What's also changed, though, is the players and the designers' approach to the tee ball, particularly in the area of the shaft. Leading up to the early part of this decade the shaft's main mission was about control through a stiffer tip section. Now, says Jamie Pipes, director of product development for shaftmaker UST Mamiya, the mission is all about speed.

"Almost everything we've done since then has been to optimize the idea of high launch and low spin," he says. "The trend has been to do everything to hit it as far as you can. What we've been able to do is to make the tip more flexible but more torsionally stable to help increase speed."

And just like golf balls, today there are more options at a player's disposal to optimize launch conditions. Most shaft manufacturers might have had one or two shafts that would work for elite players back in 2002, now they have half a dozen or more.

"Graphite can always be made lighter and stronger," says Pipes. "I think we're a lot closer to the ideal than we were in 2002. And we can make it lighter and just as stable and that means a player can really lean on it and trust that the ball's going to go where they're aimed."

What's also been better engineered in 2009 than it was in 2002 is the long iron, or more exactly the long-iron replacement otherwise known as the hybrid. At Bethpage in 2002, 70 players carried either a 2- or 1-iron. Today on a typical week on the PGA Tour you won't find a single one of those, while the number of hybrids in play is well over 100. Given that Bethpage will feature more 500-yard-plus par 4s (three) than any other major championship in history, expect even tour players to be hitting a lot of low-lofted clubs into Bethpage's elevated greens. Hybrids may make that task a little easier.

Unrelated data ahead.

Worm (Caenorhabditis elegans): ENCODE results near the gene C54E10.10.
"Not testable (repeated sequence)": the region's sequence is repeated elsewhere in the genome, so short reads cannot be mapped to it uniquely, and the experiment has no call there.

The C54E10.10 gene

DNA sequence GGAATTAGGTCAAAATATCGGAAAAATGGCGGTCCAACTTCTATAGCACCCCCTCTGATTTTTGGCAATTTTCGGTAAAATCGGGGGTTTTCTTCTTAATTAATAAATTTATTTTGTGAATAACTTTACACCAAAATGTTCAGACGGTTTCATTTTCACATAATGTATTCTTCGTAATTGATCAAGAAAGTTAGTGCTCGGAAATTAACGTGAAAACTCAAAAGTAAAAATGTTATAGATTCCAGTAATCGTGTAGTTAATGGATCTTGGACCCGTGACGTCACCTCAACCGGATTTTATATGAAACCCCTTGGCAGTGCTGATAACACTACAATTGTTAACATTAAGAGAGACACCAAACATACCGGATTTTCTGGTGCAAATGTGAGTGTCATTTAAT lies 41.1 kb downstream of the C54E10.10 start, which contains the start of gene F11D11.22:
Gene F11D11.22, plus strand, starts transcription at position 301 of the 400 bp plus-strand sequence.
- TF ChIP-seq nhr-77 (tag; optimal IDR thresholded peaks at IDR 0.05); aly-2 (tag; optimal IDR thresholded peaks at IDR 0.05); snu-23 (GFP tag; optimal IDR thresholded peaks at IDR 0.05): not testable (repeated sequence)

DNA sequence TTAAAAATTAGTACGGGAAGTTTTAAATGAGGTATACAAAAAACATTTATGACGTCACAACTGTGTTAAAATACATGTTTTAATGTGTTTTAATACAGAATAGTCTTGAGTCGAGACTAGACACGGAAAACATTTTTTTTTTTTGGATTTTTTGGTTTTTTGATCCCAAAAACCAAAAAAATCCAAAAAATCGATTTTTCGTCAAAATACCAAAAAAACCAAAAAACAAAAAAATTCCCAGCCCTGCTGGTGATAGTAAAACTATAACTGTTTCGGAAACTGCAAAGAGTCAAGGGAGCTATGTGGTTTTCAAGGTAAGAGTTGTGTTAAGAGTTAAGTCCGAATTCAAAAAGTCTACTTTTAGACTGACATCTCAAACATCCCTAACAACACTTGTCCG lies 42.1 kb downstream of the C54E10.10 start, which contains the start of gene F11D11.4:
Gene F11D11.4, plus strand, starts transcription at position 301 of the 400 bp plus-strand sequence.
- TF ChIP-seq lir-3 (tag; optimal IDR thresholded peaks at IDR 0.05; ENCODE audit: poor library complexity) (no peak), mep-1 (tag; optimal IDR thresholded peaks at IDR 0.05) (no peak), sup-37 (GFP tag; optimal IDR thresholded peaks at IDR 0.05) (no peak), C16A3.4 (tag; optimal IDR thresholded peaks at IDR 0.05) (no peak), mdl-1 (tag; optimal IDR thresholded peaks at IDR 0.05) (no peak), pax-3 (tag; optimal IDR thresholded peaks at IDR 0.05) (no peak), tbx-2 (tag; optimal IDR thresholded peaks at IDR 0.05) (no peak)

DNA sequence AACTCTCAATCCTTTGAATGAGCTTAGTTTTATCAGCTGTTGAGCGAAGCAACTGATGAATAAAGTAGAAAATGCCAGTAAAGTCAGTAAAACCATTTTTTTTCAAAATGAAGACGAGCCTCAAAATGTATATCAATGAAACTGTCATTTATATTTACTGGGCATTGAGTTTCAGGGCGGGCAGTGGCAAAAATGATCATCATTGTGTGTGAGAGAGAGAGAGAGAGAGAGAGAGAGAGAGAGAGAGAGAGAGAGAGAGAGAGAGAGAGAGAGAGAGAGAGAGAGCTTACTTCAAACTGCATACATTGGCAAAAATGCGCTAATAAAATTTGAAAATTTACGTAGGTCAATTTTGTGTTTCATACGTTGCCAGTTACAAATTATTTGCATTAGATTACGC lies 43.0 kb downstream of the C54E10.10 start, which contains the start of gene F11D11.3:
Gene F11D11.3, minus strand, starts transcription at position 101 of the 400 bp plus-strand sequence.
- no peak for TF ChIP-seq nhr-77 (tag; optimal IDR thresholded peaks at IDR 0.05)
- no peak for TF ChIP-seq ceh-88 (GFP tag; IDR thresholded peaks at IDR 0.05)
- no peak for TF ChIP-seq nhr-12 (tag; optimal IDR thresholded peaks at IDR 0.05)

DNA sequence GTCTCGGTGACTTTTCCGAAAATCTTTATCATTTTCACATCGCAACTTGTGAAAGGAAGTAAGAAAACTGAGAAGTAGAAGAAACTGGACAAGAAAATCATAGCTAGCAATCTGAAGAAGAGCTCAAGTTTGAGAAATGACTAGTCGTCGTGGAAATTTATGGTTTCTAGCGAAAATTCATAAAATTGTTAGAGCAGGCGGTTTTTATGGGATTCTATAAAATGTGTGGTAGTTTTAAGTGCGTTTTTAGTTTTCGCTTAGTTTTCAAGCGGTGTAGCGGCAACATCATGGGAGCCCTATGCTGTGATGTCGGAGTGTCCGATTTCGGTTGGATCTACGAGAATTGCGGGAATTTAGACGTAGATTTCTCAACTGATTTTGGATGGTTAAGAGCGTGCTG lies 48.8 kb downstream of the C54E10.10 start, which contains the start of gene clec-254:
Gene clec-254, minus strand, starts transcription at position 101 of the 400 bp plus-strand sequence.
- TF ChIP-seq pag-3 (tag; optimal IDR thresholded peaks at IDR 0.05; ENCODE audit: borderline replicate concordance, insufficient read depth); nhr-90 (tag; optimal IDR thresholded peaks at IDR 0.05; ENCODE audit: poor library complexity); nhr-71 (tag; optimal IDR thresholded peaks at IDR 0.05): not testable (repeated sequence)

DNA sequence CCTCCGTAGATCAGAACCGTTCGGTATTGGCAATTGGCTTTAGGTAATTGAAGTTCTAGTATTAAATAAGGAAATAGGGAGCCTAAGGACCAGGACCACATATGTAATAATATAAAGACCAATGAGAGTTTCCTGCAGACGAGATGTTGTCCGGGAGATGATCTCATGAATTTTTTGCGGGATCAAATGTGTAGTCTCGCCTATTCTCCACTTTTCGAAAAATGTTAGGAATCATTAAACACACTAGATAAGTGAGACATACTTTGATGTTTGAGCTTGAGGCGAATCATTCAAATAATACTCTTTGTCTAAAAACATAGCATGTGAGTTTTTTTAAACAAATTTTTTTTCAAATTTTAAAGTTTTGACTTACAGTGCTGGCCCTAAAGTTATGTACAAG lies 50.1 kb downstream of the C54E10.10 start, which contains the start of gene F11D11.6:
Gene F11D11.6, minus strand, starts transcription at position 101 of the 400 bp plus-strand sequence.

"With all of our testing with tour players, the hybrids of today get a little bit more spin and a higher launch angle than a long iron," says Tim Reed, vice president of research and development at Adams Golf. "So they typical hybrid of today is going to carry farther and stop a little sooner."

The approach to wedges is different, too. Seven years ago only five players carried more than two wedges with lofts above 50 degrees. Now, it is not unusual for a player to put in a 64-degree wedge in certain conditions. Phil Mickelson has done it in the past, and Kenny Perry had one in play for this year's Masters.

One other obvious area that's changed is the grooves on wedges, which are more aggressive today than they were in 2002. Clubs with specially CNC milled grooves like the Titleist Vokey Design Spin Milled, the Cleveland's CG 12 Zip grooves, Callaway's Mac Daddy Grooves, TaylorMade's Z TP all are a dramatic improvement in channeling debris and imparting spin on shots from the rough and short greenside pitches and chips, compared to the standard groove being used on tour seven years ago.